The Quietest MG

 

by John Stone

When I show my TC I like to start it for MG owners and watch their expression as
they listen to the engine.  "It doesn't sound like an MG" is the usual response.
.....and it doesn't ...... but more importantly why?

"What did you do to make it so quiet?" is usually the next question.  I really
don't know but I suspect there are a number of reasons, luck being one of them.
Let me tell you some of the things that may have contributed to the "quietest
MG".

When I rebuilt my engine the first thing I found out was that it had been
sleeved and had standard pistons.  Since the bores were in good shape all that
was needed was a hone to clean them up.  No real work here.  The second thing I
found out was that the crank was cracked beyond repair so a new crank was
ordered and everything was balanced before I assembled the engine.  Now it was
completely stock..bearings and pistons.  Everything seemed to have a nice smooth
tight fit.

The cam and tappets were also trash and had to be replaced.  When I asked my
parts supplier, Skip Kelsey, Shadetree Motors, about a cam he suggested a
reground (#673) that is set to .012" instead of the .019".  This is where I know
I have saved some noise but TF's are also set at .012" and they aren't
especially quiet.

When I asked Skip, who incidentally has a wealth of knowledge about MG's and is
willing to spend time answering questions, if I should replace my timing chain
he said "By all means. "It's the cheapest part in the engine and will make it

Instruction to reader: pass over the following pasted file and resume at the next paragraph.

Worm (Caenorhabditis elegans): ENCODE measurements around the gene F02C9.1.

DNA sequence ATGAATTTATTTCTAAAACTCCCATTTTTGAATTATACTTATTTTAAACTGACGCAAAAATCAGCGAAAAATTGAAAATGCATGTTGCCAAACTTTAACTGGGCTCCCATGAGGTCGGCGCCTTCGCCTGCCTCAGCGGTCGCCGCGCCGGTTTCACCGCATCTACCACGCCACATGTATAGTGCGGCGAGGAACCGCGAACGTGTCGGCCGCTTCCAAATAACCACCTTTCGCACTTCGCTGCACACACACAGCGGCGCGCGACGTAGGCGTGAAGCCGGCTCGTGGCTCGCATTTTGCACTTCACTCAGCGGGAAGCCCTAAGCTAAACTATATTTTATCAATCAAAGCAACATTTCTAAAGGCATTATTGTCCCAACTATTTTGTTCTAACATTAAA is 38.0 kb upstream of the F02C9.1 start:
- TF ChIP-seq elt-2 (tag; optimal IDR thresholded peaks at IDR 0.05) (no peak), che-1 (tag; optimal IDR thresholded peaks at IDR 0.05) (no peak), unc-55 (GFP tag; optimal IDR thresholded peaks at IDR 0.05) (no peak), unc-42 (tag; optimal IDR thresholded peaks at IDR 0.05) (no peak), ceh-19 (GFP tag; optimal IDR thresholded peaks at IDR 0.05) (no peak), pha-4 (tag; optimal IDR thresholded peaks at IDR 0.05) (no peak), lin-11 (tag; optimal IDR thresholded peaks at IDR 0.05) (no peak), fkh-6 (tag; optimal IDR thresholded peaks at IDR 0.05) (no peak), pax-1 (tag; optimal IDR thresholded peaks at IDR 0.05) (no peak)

run quieter."  While installing the timing chain I found that the oil hold in
the tensioner had been improperly drilled and was in fact a blind hole not
allowing any oil to reach the foot which rides on the chain.  I found this
because Mike Sherrell's "TC's Forever" recommended checking to make sure the
hole was free of dirt.  While working with the tensioner I also installed a
leather washer under the spring next to the foot (also a "TC's Forever"
recommendation. Now the timing chain was nice and tight and the tensioner
quieted with oil and leather resulting in more noise savings.

Now to the upper end.  Most of the noise seems to emanate from the rocker cover
and I don't think its all rocker clearance.  My rocker shaft was quite worn as
were the rocker bushings and needed replacement.  That's not as easy as it
sounds....at least the way I went about it.  I pressed out the old bushings and
pressed in the new and then using an adjustable reamer, mounted in a drill
press, with B grade abrasive paste I carefully fitted each bushing to the shaft
with a fairly tight fit.  This took considerable time because each time I tried
the rocker on the shaft I had to clean off the paste and reapply it to ream some
more.  The results were very snug fitting rockers with little room for noise. I
suspect this greatly reduced the normally noisy XPAG.

The oil pump received new shaft gears but I suspect with all the oil around not
much noise comes from this area.  Next I rebushed the distributor. I pressed in
new bushings and used the same method as I used on the rockers to refit the
shaft.  Now it rotates smoothly and quietly.

Two other parts to be considered are the water pump, which received new
bearings, and the generator, which I left alone.

Also engine noise results from the intake and exhaust of the engine.  My engine
has an original air cleaner and a stainless steel exhaust system supplied by
Moss.  I think the Moss system is a little quieter than the original that I
remember from my first TC forty years ago but not overly so.

When I started the car for the very first time it was amazing how quiet it was
and how smoothly it ran. Now the engine has over 9000 miles on it and it's still
the quietest MG around.  While showing my car at Elkhart in July I learned a new
trick.  Rubbing chalk on the fan belt eliminates the fan belt squeak.  Now you
can't hear it run!